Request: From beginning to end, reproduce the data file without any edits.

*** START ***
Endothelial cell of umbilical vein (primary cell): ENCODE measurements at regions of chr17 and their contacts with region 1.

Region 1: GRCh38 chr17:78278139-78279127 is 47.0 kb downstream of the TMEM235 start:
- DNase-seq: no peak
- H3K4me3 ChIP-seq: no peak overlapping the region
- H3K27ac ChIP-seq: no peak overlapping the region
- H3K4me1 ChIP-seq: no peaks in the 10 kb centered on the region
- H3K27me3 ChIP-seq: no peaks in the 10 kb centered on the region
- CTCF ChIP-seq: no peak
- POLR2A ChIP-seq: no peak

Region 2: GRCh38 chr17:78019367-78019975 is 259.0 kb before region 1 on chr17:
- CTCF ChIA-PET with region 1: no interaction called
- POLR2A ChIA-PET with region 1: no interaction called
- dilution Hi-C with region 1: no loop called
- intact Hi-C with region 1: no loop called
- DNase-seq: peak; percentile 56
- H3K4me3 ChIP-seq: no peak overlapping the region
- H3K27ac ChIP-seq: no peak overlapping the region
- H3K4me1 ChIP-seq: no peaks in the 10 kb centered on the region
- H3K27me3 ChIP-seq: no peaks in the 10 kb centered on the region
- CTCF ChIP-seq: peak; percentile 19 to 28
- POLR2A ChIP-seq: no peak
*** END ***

Endothelial cell of umbilical vein (primary cell): ENCODE measurements at regions of chr17 and their contacts with region 1.

Region 1: GRCh38 chr17:78278139-78279127 is 47.0 kb downstream of the TMEM235 start:
- DNase-seq: no peak
- H3K4me3 ChIP-seq: no peak overlapping the region
- H3K27ac ChIP-seq: no peak overlapping the region
- H3K4me1 ChIP-seq: no peaks in the 10 kb centered on the region
- H3K27me3 ChIP-seq: no peaks in the 10 kb centered on the region
- CTCF ChIP-seq: no peak
- POLR2A ChIP-seq: no peak

Region 2: GRCh38 chr17:78019367-78019975 is 259.0 kb before region 1 on chr17:
- CTCF ChIA-PET with region 1: no interaction called
- POLR2A ChIA-PET with region 1: no interaction called
- dilution Hi-C with region 1: no loop called
- intact Hi-C with region 1: no loop called
- DNase-seq: peak; percentile 56
- H3K4me3 ChIP-seq: no peak overlapping the region
- H3K27ac ChIP-seq: no peak overlapping the region
- H3K4me1 ChIP-seq: no peaks in the 10 kb centered on the region
- H3K27me3 ChIP-seq: no peaks in the 10 kb centered on the region
- CTCF ChIP-seq: peak; percentile 19 to 28
- POLR2A ChIP-seq: no peak